Rock ’N’ Roll Monkey & the Robots
Back to Beatsville
Alright, we admit it. This band got our attention when they sent this reissue along with the same album on an eight-track cassette. In this writer’s 15 years of music journalism, that’s a first, and it sent us scampering to eBay to see how much we can pick up an eight-track player for these days. The answer: too much, so that cassette will go unplayed for the foreseeable future. No matter — it makes for a nice ornament in the MT office.
Enough of the silliness, though, let’s get down to brass tacks. Back to Beatsville is the second album from the busily named Rock ’N’ Roll Monkey & the Robots, and the band is putting it out again because they sold out of the first pressing. Whether “doing a second pressing” and putting it out with an eight-track cassette constitutes a reissue, we don’t know. Suppose so.
The music is way, way better than you might expect after reading all of the aforementioned attention-baiting nonsense. The band members have obviously paid a lot of attention to the arty side of the CBGB’s scene (Talking Heads, Television), as well as the Velvets that preceded it, and the B-52’s that popped up at the tail end. There’s some Barracudas-esque surf in there, some J-rock, and some new wave. The result is a quirky take on garage rock that isn’t afraid to wear its old fuzzy influences on its contemporary sleeve.
Frontman Craig Campbell decided to take on the moniker Rock ’N’ Roll Monkey after the sound made by a 1959 Japanese tin toy. I guess we should all feel fortunate that the band isn’t called Hungry Hungry Hippos & the Kerplunks, in that case. Whatever the band is called, the familiar-yet-unusual music is worth checking out. —Brett Callwood
Lost in the Trees
Wow, this is different. The new album from acclaimed Chapel Hill band Lost in the Trees opens with symphonic sounds, loops and a piano, creating an earful of lush noise. These guys are not afraid to fill the tracks, though they can hold back when need be too. It’s a little ironic, because on the press release they talk about removing orchestral density and stripping things away. Sure, that’s evident on a song like “Lady in White,” but “Excos” is as orchestrally dense as anything that the band has put its name to. These are all just minor details though, because the songwriting on display is quite magnificent. When the band really hits its stride, as on “Daunting Friend,” the music is beautiful and hair-raising. They might hate this, but there are elements of Enya about the haunting, chant-like chorus in that song, minus the new-age silliness, of course.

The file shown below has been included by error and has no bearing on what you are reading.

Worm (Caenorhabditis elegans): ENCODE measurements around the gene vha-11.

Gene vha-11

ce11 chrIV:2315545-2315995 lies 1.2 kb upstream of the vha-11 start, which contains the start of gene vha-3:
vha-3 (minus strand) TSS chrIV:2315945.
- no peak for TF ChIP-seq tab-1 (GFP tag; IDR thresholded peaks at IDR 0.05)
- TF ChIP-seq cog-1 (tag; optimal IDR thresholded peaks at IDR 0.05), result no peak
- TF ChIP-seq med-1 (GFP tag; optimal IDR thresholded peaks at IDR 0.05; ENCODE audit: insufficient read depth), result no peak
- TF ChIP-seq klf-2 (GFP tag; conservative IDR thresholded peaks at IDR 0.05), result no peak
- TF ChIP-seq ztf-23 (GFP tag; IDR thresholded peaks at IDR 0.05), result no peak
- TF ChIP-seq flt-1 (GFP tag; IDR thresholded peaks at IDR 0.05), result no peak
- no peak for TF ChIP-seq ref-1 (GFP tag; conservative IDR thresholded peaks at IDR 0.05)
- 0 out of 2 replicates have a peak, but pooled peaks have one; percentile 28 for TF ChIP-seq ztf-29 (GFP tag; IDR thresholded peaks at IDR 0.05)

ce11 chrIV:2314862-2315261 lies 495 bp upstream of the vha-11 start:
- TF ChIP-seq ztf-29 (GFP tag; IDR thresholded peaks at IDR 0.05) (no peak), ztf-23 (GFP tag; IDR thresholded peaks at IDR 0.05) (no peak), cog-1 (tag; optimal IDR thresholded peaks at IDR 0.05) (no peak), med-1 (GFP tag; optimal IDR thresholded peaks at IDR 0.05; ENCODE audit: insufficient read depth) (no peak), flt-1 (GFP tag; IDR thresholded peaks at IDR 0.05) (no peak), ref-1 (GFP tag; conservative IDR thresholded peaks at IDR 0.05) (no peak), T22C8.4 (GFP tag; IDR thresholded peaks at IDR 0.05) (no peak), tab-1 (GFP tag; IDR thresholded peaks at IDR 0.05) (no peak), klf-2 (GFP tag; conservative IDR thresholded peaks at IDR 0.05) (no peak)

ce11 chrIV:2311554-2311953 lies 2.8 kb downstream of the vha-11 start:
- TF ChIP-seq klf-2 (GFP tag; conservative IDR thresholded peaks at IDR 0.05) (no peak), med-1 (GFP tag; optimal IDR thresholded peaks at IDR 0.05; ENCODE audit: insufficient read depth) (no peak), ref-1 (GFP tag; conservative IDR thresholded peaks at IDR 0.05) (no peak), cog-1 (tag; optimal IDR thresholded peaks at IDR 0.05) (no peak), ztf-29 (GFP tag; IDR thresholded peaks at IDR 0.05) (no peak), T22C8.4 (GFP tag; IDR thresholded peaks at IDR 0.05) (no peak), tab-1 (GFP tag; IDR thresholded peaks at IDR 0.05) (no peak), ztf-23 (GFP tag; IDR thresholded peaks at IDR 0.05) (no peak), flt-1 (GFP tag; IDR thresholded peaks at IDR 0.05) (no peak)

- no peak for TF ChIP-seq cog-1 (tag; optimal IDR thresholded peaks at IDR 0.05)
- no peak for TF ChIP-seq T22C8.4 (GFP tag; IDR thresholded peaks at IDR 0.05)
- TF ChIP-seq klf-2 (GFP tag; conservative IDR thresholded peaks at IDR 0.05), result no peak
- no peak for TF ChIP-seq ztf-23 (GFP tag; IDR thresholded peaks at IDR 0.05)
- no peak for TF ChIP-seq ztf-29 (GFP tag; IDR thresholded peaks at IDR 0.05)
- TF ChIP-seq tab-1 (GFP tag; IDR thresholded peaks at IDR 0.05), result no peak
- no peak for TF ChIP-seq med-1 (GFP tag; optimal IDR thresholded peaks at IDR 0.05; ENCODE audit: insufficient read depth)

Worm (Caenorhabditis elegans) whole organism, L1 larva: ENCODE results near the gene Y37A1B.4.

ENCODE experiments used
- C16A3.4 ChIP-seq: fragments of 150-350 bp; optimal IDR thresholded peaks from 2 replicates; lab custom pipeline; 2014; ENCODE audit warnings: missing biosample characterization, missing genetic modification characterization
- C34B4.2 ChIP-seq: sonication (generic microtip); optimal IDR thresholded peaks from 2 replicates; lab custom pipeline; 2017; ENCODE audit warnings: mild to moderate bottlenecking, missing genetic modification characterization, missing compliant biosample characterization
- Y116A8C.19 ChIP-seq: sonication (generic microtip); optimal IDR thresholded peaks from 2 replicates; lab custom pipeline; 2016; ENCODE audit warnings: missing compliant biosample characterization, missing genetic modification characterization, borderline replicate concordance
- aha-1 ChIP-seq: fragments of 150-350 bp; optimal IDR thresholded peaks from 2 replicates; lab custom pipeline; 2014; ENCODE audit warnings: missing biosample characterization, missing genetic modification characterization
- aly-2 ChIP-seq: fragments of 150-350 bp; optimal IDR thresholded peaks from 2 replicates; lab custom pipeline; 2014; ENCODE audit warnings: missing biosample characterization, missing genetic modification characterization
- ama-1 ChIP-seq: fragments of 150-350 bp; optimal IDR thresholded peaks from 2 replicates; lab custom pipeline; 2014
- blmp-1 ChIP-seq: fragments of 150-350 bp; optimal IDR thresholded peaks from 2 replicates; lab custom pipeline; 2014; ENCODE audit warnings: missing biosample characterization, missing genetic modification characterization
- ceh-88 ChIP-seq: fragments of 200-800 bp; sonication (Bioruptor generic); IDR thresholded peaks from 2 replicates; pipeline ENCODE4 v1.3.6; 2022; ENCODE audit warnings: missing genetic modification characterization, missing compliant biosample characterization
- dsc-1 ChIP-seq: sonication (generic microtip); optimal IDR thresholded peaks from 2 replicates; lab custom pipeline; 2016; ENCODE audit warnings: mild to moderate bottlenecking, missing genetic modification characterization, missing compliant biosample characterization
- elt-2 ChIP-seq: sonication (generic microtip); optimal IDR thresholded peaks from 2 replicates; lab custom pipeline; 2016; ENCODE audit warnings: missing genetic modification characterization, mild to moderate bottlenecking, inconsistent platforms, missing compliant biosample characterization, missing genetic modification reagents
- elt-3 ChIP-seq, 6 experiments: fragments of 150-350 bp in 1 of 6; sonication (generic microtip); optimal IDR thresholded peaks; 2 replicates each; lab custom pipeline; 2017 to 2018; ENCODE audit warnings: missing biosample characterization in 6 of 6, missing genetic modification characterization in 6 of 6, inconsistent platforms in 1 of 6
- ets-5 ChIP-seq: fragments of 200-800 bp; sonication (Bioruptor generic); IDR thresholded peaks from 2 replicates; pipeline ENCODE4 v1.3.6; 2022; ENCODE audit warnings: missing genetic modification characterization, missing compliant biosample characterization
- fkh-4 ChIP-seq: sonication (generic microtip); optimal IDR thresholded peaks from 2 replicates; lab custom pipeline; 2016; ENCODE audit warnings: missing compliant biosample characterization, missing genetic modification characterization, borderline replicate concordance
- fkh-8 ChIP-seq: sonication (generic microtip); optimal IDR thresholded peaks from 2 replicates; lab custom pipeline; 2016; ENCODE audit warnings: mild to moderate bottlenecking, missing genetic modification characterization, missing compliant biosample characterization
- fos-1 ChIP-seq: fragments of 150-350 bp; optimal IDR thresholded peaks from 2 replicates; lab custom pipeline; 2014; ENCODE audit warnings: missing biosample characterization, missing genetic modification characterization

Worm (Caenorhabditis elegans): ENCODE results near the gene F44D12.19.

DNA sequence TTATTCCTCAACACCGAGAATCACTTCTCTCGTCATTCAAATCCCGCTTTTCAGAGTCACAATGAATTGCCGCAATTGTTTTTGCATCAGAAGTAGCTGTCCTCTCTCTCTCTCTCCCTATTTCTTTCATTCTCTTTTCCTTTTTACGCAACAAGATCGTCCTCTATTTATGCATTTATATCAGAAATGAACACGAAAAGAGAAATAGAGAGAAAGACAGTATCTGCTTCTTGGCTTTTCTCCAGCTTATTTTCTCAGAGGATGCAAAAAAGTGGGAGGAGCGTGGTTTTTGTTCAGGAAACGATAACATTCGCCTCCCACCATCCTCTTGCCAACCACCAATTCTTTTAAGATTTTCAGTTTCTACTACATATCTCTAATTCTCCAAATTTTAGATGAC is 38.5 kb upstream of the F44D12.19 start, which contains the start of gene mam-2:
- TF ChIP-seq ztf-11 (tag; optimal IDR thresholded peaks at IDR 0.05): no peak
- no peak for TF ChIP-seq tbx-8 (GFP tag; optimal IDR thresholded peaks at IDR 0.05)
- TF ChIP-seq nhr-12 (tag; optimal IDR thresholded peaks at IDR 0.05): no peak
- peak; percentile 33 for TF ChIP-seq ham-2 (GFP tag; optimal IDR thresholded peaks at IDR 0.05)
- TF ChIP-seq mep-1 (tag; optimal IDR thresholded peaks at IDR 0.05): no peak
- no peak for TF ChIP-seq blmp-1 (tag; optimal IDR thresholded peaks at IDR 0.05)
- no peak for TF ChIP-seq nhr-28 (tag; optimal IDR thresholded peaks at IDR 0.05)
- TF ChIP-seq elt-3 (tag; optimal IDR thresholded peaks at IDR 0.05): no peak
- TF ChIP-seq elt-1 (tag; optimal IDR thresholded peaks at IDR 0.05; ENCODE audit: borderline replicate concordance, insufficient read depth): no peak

What we have here is a band that has been searching for its voice for a few years, and is now sitting at its peak. The hooks are overt and irresistible, even when jumbled in with the structural awkwardness. Effort is required, but this is a record that will live with you for a long while if you let it. —Brett Callwood
Pieces of Us Were Left on the Ground
Apparently, Joycut is Italy’s foremost dark-wave exponents, ahead of the likes of, umm, well, all of the Italian dark-wave bands that you’ve likely never heard of. This largely instrumental record definitely has a dark-wave feel, but there are also elements of Kraftwerk here; heavy on the synth, the record could easily be a movie score. Maybe the term darksynth is more appropriate, though it’s probably best not to journey too far down that genre path. What it is is an extremely enjoyable album. We could pull out individual songs, but this isn’t that sort of record. This is the kind of thing that, to get the most out of, you want to lie down with the lights off and just push play. Hell, you don’t even need drugs. Just cut out any other forms of stimulation and enjoy.
It’s not until track six, “Funeral,” that we hear any vocals and, to be honest, they only serve to kill the previously floaty mood. JoyCut is at its best when the tunes are allowed to breathe, and the singer shuts the fuck up. To be fair, that’s exactly what happens most of the time. —Brett Callwood
Joe Louis Walker
Joe Louis Walker is a Blues Hall of Fame member, which comes as no surprise at all after listening to this new album. The San Fran man is 64, and yet he plays with the freedom and exuberance of a man a third his age. This is a joyful, moody, honest blues rock album. The tunes just swing along from one to the next — if anything, each song is over a little too quickly. The lyrics are crammed with poetic wit, highlighted by the excellent “Stick a Fork in Me Baby (I’m Done with You).”
Walker wears a lot of hats (metaphorically and literally), and that holds him back a little. One minute, he’s rocking like Lenny Kravitz, then he’s playing a bit of New Orleans swing, then some trad blues. It makes for a bit of a collage of an album. But Walker’s musicianship is so exemplary, his band is so tight and his songs are so damned cool that it’s a small complaint. At this point in his career, the man can do whatever the hell he wants to anyway, and there’s more than enough to enjoy here. If anything, it only serves to raise the question: How come it took until 2013 to get him into the Blues Hall of Fame? —Brett Callwood
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